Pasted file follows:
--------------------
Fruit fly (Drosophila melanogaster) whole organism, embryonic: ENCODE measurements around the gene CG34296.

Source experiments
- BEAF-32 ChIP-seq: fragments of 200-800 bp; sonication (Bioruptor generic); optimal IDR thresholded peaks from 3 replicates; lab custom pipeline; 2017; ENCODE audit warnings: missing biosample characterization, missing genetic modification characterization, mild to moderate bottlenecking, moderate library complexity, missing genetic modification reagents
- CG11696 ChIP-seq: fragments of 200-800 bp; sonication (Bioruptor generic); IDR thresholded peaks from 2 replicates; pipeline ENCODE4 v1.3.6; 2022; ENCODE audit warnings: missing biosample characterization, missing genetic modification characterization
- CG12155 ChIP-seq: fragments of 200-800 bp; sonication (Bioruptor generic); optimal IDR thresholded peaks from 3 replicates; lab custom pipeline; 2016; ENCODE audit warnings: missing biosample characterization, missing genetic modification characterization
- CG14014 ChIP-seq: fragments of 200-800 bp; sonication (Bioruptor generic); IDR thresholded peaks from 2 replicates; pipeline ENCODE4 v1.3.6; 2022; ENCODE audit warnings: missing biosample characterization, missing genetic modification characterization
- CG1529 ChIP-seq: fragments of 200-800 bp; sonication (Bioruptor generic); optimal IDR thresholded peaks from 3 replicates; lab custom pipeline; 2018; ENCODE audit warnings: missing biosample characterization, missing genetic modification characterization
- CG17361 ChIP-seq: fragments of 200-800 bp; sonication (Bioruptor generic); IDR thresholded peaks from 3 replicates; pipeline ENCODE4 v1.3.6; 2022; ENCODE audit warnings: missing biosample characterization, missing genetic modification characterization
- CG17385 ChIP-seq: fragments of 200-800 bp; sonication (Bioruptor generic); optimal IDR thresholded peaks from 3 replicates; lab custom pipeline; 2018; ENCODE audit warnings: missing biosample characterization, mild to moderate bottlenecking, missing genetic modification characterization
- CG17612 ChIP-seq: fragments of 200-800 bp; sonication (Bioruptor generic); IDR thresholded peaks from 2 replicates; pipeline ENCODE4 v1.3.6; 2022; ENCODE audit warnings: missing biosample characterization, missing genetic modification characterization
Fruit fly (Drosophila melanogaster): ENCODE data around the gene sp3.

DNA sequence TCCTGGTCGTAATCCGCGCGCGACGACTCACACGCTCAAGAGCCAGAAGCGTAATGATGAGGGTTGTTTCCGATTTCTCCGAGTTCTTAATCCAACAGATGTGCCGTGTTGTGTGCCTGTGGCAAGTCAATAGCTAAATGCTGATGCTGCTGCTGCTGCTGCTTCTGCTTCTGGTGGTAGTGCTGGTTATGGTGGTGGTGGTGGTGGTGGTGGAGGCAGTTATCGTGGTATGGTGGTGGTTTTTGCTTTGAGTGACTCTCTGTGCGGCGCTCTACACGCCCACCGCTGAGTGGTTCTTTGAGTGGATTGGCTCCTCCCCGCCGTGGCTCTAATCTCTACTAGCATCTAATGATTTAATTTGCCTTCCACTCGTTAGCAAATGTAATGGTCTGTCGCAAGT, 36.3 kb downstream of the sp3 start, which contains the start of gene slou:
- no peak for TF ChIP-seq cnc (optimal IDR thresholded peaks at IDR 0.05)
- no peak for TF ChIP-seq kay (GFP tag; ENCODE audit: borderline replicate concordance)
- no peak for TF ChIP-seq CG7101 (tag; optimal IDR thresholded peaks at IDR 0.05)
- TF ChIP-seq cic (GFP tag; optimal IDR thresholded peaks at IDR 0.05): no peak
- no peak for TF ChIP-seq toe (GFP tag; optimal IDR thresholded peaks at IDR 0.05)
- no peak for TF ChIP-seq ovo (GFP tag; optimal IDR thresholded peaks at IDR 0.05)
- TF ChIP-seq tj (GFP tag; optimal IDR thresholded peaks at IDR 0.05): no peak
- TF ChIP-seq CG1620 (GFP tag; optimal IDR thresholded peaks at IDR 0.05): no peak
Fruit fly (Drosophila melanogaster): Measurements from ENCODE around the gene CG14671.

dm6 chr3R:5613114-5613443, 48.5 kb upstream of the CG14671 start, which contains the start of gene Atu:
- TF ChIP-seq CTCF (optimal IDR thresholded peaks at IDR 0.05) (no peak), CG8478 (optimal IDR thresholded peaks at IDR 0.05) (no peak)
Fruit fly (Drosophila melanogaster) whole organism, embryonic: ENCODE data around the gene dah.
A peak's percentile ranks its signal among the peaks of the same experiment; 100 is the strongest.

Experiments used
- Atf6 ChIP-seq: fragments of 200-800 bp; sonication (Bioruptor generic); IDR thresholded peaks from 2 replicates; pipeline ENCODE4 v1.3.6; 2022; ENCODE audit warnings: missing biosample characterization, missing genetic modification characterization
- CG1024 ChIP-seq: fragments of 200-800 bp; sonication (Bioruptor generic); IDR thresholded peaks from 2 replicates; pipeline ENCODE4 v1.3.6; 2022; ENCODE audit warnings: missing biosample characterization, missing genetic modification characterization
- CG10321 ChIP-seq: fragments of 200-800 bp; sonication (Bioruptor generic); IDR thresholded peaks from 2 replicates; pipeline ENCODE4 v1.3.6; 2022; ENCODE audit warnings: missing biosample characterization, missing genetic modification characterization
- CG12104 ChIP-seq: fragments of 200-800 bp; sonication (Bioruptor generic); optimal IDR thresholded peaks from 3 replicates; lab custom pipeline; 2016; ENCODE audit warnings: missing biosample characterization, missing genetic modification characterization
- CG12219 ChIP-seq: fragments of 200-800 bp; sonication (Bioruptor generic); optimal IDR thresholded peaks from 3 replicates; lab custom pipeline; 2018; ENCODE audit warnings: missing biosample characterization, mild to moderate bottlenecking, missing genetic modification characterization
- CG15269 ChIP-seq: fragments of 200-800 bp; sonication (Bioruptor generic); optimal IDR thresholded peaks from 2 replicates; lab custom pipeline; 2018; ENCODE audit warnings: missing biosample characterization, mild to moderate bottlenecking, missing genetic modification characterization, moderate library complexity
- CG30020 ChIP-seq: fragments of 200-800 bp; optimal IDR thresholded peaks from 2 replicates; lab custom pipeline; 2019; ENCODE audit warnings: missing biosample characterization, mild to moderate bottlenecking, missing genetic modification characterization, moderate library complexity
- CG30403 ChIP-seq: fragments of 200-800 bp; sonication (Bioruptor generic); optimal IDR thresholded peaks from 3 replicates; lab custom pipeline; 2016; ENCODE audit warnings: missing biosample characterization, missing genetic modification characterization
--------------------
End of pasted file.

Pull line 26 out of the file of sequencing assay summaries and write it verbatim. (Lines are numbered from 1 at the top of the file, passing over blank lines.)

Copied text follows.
Experiments used